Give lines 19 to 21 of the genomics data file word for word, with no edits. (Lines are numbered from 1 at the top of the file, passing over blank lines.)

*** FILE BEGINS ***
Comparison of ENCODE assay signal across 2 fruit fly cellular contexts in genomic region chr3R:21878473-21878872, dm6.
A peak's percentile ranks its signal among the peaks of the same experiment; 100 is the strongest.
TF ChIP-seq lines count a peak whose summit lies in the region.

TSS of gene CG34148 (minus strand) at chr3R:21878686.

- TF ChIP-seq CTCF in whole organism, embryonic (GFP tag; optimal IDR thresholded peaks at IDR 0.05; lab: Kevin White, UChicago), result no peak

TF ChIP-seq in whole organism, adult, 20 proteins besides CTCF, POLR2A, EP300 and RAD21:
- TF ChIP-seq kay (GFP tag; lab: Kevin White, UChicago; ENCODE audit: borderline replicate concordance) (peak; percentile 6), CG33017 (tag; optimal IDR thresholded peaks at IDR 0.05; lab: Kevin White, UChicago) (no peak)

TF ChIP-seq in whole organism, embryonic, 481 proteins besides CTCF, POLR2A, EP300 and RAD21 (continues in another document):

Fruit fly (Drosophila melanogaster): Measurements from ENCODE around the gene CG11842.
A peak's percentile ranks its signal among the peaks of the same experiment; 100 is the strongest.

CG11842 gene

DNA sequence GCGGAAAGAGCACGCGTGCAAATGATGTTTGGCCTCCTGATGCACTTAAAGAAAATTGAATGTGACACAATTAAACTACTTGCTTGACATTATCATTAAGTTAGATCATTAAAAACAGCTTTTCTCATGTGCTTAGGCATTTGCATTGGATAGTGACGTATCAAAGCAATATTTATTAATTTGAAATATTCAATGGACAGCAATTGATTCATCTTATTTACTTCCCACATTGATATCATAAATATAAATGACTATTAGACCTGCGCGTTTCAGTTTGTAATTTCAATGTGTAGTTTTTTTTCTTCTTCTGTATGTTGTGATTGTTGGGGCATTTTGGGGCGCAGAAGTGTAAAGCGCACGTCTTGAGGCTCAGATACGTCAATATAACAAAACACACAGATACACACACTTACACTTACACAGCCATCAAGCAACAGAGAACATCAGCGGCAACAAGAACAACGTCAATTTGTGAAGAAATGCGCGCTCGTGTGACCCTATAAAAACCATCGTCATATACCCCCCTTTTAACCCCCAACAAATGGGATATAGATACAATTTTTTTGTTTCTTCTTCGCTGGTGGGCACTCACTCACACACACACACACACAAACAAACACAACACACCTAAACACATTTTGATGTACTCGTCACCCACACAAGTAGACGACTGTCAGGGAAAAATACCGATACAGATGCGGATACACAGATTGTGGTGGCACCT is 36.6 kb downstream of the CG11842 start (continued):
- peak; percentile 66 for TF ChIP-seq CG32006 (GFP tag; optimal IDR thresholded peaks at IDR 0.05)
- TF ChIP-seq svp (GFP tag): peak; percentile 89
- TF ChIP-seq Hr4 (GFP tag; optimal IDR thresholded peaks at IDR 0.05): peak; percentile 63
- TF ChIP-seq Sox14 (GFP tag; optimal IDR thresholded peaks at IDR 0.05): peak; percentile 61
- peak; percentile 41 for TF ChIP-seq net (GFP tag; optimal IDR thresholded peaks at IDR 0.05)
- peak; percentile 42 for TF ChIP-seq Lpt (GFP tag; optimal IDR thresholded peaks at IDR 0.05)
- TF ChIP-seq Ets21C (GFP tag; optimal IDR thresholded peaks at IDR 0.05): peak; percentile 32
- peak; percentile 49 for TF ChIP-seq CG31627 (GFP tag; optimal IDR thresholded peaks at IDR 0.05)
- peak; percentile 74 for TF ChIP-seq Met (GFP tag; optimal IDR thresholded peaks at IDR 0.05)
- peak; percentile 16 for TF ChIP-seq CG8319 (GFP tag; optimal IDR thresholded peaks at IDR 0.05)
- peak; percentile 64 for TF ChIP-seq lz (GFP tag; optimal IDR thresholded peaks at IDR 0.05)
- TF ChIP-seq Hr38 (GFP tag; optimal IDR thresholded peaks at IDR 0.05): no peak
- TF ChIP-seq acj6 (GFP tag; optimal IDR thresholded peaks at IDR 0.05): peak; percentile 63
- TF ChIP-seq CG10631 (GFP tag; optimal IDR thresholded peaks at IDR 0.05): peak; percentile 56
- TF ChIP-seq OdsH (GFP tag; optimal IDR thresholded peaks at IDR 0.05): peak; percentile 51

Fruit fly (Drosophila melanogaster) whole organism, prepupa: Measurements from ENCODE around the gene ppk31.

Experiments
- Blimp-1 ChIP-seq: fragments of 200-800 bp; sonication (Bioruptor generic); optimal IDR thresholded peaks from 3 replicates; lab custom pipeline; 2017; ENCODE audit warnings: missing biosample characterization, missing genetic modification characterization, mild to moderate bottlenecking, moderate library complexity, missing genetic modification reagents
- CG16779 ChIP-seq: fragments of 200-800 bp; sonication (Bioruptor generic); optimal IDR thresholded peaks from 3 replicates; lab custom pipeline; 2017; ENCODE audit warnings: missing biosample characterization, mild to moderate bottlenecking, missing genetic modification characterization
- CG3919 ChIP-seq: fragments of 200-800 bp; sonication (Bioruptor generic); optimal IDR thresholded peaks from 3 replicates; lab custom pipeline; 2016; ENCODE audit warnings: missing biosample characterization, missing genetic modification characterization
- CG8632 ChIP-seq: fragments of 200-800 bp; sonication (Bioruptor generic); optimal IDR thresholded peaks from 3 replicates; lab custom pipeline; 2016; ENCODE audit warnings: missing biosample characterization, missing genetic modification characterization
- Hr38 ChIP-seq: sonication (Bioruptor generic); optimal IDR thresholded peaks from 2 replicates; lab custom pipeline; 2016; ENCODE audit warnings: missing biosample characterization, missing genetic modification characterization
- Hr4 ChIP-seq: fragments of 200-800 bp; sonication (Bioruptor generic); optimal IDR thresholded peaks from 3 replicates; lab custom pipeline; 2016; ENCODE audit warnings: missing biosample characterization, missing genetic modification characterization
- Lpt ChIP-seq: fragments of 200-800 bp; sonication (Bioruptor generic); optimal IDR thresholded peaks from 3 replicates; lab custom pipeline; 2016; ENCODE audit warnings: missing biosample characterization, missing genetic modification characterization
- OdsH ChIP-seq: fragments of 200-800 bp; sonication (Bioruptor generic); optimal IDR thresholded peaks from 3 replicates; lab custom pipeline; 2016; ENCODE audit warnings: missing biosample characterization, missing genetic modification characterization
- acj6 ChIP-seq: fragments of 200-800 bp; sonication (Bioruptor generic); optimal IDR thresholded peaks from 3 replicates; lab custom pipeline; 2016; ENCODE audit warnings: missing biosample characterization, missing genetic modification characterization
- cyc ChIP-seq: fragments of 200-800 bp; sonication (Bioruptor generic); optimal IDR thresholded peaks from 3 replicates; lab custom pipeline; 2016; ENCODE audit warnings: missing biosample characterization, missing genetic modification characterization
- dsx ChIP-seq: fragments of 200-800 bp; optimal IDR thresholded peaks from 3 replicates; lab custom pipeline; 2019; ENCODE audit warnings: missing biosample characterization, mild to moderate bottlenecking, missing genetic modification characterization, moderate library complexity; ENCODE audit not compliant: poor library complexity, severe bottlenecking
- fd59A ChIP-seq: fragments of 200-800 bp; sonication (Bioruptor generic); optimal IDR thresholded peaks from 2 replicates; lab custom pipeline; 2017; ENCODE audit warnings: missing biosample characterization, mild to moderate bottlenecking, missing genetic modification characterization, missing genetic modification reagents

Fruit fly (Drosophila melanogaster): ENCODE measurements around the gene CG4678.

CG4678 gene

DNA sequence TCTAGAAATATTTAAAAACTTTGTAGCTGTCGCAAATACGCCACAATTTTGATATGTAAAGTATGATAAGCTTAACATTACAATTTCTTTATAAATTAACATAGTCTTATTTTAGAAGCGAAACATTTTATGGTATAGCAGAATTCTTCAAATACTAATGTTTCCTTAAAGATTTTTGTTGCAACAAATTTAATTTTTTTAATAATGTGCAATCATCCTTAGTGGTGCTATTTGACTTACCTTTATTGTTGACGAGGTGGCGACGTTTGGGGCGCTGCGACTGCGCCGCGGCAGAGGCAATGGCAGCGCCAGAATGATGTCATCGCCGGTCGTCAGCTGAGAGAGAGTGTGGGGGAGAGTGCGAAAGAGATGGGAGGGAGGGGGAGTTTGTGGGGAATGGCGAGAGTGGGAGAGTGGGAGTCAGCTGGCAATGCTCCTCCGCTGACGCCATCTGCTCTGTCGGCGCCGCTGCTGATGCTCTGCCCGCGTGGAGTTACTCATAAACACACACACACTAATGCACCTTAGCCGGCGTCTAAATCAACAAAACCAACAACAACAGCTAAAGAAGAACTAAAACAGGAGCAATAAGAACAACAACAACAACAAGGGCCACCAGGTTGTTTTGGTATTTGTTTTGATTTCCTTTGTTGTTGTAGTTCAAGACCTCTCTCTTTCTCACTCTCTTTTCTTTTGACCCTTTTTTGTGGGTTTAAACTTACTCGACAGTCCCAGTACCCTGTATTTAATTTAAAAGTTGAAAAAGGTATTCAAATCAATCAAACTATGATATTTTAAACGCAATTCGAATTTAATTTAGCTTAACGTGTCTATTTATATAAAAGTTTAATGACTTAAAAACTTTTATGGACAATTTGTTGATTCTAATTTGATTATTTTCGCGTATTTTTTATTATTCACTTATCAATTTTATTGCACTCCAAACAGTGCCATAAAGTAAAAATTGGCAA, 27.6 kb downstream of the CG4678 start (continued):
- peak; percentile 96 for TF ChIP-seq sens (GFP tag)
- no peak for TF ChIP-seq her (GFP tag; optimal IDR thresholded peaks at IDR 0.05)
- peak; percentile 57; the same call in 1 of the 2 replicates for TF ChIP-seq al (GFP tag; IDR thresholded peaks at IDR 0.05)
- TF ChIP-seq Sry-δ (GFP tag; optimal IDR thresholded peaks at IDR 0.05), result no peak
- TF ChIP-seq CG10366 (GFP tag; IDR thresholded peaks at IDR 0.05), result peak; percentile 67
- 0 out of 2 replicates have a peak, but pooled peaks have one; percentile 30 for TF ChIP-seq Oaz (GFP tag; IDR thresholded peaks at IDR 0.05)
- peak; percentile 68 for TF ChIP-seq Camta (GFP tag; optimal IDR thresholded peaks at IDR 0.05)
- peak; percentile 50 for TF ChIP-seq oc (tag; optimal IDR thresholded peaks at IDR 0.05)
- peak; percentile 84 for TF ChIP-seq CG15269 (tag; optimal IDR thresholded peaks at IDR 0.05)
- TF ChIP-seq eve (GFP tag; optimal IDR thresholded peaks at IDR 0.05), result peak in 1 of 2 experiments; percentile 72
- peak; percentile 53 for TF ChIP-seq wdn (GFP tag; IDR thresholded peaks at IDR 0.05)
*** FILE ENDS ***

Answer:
- TF ChIP-seq Ets21C (GFP tag; optimal IDR thresholded peaks at IDR 0.05): peak; percentile 32
- peak; percentile 49 for TF ChIP-seq CG31627 (GFP tag; optimal IDR thresholded peaks at IDR 0.05)
- peak; percentile 74 for TF ChIP-seq Met (GFP tag; optimal IDR thresholded peaks at IDR 0.05)